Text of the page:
Make the Bailed Out Banks Bail Out Detroit
The case for nationalizing a few of the biggest banks gets simpler the more complicated their role is in the current financial crisis.
We should nationalize Citigroup and Bank of America and JP Morgan Chase not only because they deserve to be but also because doing so would help untangle the knot that has been tightening around the throat of the American economy.
First, a truly nationalized bank could start lending right away. It wouldn’t have to worry about toxic assets weighing it down because it would have the U.S. Treasury behind it. The government could set fixed criteria for lending, and then government bank managers around the country could start the lending process right up.
Second, by nationalizing the three biggest banks, the government could lessen the problem of all those credit-defaults swaps that are weighing down the balance sheets of the banks. These banks were some of the biggest peddlers of these swaps and other derivatives. (See MarketOracle.com)
Some of these deals were among the banks themselves. If the government owned the top three banks, it could nullify their inter-bank swaps overnight, since these would be debts the government would now owe to itself.
And third, if we owned the banks, we could give much more favorable terms to GM and Chrysler on the loans that these banks had given them.
At the moment, for instance, JP MorganChase and Citigroup are refusing to write down Chrysler’s debt to them to about 15 cents on the dollar, the New York Times reports. They, along with Morgan Stanley and Goldman Sachs, are some of the biggest lenders to Chrysler.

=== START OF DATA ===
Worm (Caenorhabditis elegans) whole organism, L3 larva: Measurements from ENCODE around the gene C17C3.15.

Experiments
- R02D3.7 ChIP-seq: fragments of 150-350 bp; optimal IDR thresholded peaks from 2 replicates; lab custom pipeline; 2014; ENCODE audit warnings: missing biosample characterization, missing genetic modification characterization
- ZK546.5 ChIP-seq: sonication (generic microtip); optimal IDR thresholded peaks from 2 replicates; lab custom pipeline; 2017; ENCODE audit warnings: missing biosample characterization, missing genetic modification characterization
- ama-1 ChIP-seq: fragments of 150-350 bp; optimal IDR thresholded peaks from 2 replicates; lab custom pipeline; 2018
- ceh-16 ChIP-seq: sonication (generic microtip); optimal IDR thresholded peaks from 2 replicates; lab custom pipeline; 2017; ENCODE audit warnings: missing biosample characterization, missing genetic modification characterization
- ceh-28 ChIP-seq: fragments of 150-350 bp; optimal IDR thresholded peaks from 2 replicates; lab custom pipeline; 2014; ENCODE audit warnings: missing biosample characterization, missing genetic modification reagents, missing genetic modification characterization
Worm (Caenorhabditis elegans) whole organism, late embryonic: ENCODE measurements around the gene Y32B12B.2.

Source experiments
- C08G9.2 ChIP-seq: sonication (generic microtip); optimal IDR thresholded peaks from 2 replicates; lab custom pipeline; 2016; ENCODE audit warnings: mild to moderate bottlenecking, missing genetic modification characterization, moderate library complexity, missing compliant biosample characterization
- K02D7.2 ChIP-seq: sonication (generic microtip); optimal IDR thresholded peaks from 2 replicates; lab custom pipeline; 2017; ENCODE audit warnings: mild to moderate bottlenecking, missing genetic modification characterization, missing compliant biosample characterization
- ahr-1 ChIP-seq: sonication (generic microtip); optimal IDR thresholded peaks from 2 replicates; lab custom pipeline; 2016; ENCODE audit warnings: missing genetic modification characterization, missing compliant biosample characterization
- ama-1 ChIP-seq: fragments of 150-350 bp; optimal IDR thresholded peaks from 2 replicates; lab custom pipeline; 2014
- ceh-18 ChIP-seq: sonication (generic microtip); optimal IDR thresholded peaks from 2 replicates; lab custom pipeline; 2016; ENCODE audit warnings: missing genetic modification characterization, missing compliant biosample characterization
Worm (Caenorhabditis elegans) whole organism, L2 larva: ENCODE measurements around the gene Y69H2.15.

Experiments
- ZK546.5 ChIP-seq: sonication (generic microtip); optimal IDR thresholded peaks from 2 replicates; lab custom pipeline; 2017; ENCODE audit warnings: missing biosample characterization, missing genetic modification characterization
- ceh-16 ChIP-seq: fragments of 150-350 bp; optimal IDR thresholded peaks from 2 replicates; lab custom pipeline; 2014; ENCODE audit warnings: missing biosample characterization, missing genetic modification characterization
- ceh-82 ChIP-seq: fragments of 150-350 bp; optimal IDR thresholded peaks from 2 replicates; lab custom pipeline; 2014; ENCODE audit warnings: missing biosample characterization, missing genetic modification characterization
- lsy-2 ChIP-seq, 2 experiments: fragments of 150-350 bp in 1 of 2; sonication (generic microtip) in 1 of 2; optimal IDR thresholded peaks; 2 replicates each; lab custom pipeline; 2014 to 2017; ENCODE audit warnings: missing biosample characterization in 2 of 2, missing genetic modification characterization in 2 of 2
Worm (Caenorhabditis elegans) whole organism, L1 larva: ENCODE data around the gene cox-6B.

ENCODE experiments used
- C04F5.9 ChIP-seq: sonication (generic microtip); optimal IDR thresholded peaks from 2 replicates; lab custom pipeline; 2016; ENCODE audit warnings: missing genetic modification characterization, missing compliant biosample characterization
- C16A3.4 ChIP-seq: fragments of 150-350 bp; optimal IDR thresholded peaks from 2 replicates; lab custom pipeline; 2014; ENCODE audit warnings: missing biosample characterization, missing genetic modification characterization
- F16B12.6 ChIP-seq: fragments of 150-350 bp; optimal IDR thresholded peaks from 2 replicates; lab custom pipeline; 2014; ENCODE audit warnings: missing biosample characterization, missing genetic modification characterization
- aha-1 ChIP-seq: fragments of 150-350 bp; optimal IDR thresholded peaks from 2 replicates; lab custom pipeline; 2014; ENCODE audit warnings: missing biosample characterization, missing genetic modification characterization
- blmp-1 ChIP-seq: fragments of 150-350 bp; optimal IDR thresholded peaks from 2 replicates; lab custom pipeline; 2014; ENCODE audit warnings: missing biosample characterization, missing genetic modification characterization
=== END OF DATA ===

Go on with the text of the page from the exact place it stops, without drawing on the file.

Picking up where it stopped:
But if we owned the banks, we could write that debt down or forgive it entirely and the car companies and their workers could breathe a little easier.
Even using the leverage that Treasury has at its disposal today, it could force the banks to forgive their loans to the auto companies in exchange for getting bailed out themselves.
Instead, we’re bailing out the banks, and they’re refusing to bail out the auto companies.
That makes no sense whatsoever.
We, the taxpayers, have given Citigroup at least $45 billion in federal investments, and about $250 billion (!) in guarantees. We’ve also given at least $60 billion to JP Morgan, Bank of America, Morgan Stanley, and Goldman Sachs combined.
We’re doing them an enormous favor—hell, we’re keeping them alive!—and yet they’re not doing Detroit—or the autoworkers or the U.S. economy—a favor in return.
We can make them an offer they can’t refuse.
Yet they are the ones who are acting like gangsters. (See Will Greider in The Nation.)
At some point, Obama must come to terms with the power he has over these banks—and use it.
Otherwise, they will drag him down, and the economy with it.